Some debate coaches have written to the nonprofit, the Virginia High School League, and others have posted their concerns on Facebook or held discussions and votes among their students. This weekend, the League said in a statement that it has already signed a contract to have the 2016 debate championships and other events at Liberty, but takes the coaches’ concerns seriously and will work with law enforcement authorities to “initiate a process of evaluating the safety of students when participating in VHSL events in light of these controversial comments.”
“VHSL places the highest value on the safety and security of its students, and takes steps to ensure that all students engaging in VHSL activities are afforded the opportunity to participate in an environment free from harassment, personal threat, or physical or mental harm,” the statement says. “If these essential freedoms cannot be guaranteed to VHSL participants, VHSL will re-evaluate the propriety of using Liberty University facilities for its championship events in the future.”
The coaches’ concerns stem from Falwell’s comments in a talk to students this month about terrorism, in which he urged students to arm themselves against “those Muslims” who might come on campus and do harm. His comments set off enormous cheers among the thousands in attendance.
“There are a number of coaches and debaters and some parents who are concerned about stepping foot on the campus. And I’m wondering how appropriate is this, how well does it coincide with VHSL’s goals of citizenship and sportsmanship which involves a lot of respect?” said James Dunning, assistant coach for debate and speech at Broad Run High School in Ashburn, Va. The school has about 50 debaters, Dunning said, and has won the state championship about half the time in the past two decades.
The idea of boycott is challenging for debaters — a group whose existence is about engaging on any topic. Dunning wrote that a boycott is not the first option, but instead the VHSL should “begin a vigorous, public dialogue with its constituency — and even Mr. Falwell — that counters the ovation of the 10,000.” In an email sent to the Virginia League on Sunday, Dunning asked how officials there would reconcile Falwell’s encouragement of students and others at Liberty to arm themselves with the League’s prohibition of weapons from its state events.
The League’s statement, which was dated Saturday, said it respects Falwell’s right “to engage in public speech, and will not take retaliatory action against the University even when that speech is found to be offensive by a significant number of VHSL member schools and their students. It is a bedrock principle of American Constitutional government that a citizen has a right to speak his or her opinions, even when others find those opinions to be rude and offensive. Likewise, it is the right of VHSL members to boycott or protest in a peaceful and appropriate manner consistent with Constitutional principles.”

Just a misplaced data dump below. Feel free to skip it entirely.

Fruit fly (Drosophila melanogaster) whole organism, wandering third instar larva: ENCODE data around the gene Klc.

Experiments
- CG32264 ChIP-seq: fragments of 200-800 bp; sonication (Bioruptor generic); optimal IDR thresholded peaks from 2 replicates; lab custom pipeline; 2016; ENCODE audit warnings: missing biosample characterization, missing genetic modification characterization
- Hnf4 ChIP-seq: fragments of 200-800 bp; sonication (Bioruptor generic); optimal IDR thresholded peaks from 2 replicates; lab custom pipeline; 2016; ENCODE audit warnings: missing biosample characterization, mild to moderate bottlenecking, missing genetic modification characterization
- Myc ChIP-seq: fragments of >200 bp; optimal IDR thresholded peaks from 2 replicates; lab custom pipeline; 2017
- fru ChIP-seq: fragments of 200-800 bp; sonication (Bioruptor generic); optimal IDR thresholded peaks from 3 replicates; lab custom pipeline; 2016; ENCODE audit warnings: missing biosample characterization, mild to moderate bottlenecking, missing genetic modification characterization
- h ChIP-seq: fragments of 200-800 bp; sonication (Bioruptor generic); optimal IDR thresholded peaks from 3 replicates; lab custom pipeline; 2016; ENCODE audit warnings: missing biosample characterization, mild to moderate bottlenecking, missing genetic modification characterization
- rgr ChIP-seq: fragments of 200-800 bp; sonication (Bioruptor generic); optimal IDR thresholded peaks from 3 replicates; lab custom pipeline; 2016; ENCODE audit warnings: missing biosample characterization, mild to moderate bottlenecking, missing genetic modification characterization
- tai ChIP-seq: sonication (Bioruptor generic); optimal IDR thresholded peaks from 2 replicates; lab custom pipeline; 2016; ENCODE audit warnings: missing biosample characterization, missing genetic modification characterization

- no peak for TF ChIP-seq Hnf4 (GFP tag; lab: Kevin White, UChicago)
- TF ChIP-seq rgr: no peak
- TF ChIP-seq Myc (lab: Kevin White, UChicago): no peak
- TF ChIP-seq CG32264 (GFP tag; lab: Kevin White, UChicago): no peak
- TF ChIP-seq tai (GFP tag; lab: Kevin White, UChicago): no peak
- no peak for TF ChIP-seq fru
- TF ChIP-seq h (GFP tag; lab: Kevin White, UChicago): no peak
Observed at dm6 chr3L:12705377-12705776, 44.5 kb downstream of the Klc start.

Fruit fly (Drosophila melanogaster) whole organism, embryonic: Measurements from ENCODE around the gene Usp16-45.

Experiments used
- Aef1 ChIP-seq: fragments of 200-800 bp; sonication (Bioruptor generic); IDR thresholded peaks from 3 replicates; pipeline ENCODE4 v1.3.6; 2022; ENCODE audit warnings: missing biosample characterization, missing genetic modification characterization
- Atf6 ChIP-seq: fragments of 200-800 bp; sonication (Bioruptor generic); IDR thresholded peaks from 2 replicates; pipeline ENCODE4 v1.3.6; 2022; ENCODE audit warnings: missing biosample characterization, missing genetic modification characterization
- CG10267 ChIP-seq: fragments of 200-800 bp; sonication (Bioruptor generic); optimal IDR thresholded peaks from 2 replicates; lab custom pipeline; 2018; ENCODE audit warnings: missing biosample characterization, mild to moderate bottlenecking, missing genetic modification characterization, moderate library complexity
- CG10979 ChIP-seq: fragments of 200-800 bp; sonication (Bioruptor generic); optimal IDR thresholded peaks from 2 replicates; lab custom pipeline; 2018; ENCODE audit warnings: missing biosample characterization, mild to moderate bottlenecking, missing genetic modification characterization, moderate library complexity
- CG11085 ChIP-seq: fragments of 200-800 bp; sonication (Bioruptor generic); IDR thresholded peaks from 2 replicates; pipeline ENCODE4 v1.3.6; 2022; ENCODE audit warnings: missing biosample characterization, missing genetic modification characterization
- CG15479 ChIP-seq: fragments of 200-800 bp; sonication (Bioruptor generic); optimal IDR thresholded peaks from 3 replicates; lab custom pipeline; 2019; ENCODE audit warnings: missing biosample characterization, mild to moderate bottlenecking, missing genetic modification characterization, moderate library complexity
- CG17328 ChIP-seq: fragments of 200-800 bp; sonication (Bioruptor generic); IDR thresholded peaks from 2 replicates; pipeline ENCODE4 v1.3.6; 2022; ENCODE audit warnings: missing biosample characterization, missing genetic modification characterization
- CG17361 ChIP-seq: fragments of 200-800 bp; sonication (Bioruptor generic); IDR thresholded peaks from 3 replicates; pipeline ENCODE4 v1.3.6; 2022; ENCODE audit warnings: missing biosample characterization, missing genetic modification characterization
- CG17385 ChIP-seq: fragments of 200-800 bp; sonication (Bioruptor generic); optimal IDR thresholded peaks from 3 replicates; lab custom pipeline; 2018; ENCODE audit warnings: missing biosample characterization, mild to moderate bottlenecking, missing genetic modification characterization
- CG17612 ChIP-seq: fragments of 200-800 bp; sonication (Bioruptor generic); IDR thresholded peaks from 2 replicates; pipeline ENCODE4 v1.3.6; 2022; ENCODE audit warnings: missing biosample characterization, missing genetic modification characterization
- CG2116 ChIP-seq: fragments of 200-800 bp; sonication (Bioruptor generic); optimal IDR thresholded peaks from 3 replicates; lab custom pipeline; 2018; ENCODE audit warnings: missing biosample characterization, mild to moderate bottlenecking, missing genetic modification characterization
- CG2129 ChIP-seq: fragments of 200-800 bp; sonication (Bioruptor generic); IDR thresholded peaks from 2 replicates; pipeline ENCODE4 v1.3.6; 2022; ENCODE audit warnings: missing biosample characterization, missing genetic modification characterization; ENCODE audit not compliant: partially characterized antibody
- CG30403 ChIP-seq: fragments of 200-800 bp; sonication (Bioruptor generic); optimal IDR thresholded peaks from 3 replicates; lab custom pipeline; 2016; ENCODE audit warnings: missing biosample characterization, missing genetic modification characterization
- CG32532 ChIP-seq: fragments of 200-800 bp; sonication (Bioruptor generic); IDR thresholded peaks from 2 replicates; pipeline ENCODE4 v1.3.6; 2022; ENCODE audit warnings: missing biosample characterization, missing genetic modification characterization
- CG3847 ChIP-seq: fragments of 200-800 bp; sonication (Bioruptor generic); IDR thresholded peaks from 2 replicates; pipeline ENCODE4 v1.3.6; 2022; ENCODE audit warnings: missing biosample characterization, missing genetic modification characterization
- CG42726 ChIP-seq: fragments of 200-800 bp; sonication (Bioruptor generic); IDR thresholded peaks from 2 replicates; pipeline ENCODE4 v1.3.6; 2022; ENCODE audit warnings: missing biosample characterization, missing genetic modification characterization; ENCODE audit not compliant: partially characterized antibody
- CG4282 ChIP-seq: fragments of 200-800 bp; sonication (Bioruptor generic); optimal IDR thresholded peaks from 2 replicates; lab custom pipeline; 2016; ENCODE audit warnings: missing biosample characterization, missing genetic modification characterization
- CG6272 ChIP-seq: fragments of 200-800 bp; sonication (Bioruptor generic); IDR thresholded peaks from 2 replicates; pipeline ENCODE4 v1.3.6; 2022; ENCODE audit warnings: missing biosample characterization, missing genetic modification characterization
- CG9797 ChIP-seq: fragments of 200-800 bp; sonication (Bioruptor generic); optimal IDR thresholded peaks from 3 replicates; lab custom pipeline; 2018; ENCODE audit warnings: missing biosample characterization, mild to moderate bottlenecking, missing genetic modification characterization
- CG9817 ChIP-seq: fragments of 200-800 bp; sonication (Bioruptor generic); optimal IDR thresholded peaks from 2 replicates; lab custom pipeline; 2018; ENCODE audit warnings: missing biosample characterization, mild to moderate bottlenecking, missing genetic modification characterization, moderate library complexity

Alex Fogelson, debate coach to about 80 kids at Briar Woods High School in Ashburn, said his students already told him they aren’t comfortable going to Liberty.
“One issue is about [their] safety, but the one that’s most critical is the whole idea of acceptance and who we are as debaters, teachers, students,” he said.
The whole idea of debate, he said, is to be open to different ideas and perspectives on every question. The question is how. Fogelson said he is urging the league and state officials to find ways to have deeper community dialogue or debate about the issues at hand. Just not, perhaps, at Liberty.
“If anyone can handle having this conversation, these kids are the ones. They know how to analyze facts, to put together an argument, to present themselves,” he said. “And it’s not just Jerry Falwell against everyone else, it’s a bigger story. I want them to know, what was he really trying to say and why did 10,000 people cheer? So when they go out and face their own diverse situations — they have to work and live and communicate and sway others and be swayed — they can’t just say: ‘Hey, these are 10,000 people in one little spot and we can boycott them and walk away.’ I don’t know think that’s the way to go.”
Duane Hyland, debate coach at Lake Braddock Secondary School in Burke, said about a quarter of his 50 debaters (grades 7 to 12) are Muslim, including his best debater, who is Palestinian American.
“I would not risk his safety or subject him to undue anguish,” said Hyland. “I do defend Falwell’s right to say what he wants, but with that freedom comes bearing consequences of one’s actions.”
Notes from the League’s October board meeting showed Liberty being reconfirmed as the site for 2015-2016 events in track, football and the Spring Jubilee, which is the state championship for multiple sports including tennis, soccer and baseball. The notes also show members of one of the League’s regions voting unanimously “to remove Liberty University as site host in the future.” It wasn’t clear if that was a final vote and league officials Tuesday declined to respond to questions.
In May, the league put out a news release saying it had settled litigation launched by Liberty Christian Academy, a private school (preschool through high school) founded by Falwell’s father, Jerry Falwell. The release said the league would, as a result of the suit, permit not just public but “all non-boarding private schools in Virginia” to become members of the league and compete in league events.